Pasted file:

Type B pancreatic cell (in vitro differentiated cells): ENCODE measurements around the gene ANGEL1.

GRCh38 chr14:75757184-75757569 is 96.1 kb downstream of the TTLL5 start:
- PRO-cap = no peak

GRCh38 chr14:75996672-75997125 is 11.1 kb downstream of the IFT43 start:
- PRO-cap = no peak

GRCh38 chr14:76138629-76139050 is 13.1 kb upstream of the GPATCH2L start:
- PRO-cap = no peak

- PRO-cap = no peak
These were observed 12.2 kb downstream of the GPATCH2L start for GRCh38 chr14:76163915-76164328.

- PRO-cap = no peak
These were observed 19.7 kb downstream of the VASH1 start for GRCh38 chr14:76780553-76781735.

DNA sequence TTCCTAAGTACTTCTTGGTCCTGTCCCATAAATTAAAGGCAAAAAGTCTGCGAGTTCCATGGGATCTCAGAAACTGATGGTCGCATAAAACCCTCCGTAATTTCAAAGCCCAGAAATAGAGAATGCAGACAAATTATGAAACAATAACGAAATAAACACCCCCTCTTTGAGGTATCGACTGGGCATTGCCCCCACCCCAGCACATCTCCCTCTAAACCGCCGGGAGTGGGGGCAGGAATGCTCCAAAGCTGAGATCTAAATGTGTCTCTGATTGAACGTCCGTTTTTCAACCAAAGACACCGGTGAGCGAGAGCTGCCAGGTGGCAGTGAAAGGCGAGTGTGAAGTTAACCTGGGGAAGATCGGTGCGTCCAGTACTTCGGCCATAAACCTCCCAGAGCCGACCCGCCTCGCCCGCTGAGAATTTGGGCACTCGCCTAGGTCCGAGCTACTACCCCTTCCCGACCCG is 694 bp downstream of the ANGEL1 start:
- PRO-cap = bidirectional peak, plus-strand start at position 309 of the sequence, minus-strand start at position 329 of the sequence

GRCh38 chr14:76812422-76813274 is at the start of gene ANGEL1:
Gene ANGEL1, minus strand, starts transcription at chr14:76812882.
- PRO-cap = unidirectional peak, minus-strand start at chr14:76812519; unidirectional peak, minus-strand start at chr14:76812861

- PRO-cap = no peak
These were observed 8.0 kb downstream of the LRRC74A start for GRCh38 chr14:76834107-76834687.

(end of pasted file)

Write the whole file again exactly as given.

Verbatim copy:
Type B pancreatic cell (in vitro differentiated cells): ENCODE measurements around the gene ANGEL1.

GRCh38 chr14:75757184-75757569 is 96.1 kb downstream of the TTLL5 start:
- PRO-cap = no peak

GRCh38 chr14:75996672-75997125 is 11.1 kb downstream of the IFT43 start:
- PRO-cap = no peak

GRCh38 chr14:76138629-76139050 is 13.1 kb upstream of the GPATCH2L start:
- PRO-cap = no peak

- PRO-cap = no peak
These were observed 12.2 kb downstream of the GPATCH2L start for GRCh38 chr14:76163915-76164328.

- PRO-cap = no peak
These were observed 19.7 kb downstream of the VASH1 start for GRCh38 chr14:76780553-76781735.

DNA sequence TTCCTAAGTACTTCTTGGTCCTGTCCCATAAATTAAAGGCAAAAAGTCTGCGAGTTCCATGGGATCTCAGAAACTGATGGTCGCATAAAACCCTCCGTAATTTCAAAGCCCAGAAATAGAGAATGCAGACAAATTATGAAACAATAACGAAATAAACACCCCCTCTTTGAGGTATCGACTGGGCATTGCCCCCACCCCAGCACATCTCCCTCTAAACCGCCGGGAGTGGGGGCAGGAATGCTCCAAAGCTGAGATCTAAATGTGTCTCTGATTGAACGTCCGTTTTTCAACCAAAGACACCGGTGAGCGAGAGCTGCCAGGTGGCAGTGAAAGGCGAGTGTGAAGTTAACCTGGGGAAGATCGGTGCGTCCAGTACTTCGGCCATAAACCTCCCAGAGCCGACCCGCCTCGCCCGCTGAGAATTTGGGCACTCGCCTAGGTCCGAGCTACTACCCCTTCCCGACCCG is 694 bp downstream of the ANGEL1 start:
- PRO-cap = bidirectional peak, plus-strand start at position 309 of the sequence, minus-strand start at position 329 of the sequence

GRCh38 chr14:76812422-76813274 is at the start of gene ANGEL1:
Gene ANGEL1, minus strand, starts transcription at chr14:76812882.
- PRO-cap = unidirectional peak, minus-strand start at chr14:76812519; unidirectional peak, minus-strand start at chr14:76812861

- PRO-cap = no peak
These were observed 8.0 kb downstream of the LRRC74A start for GRCh38 chr14:76834107-76834687.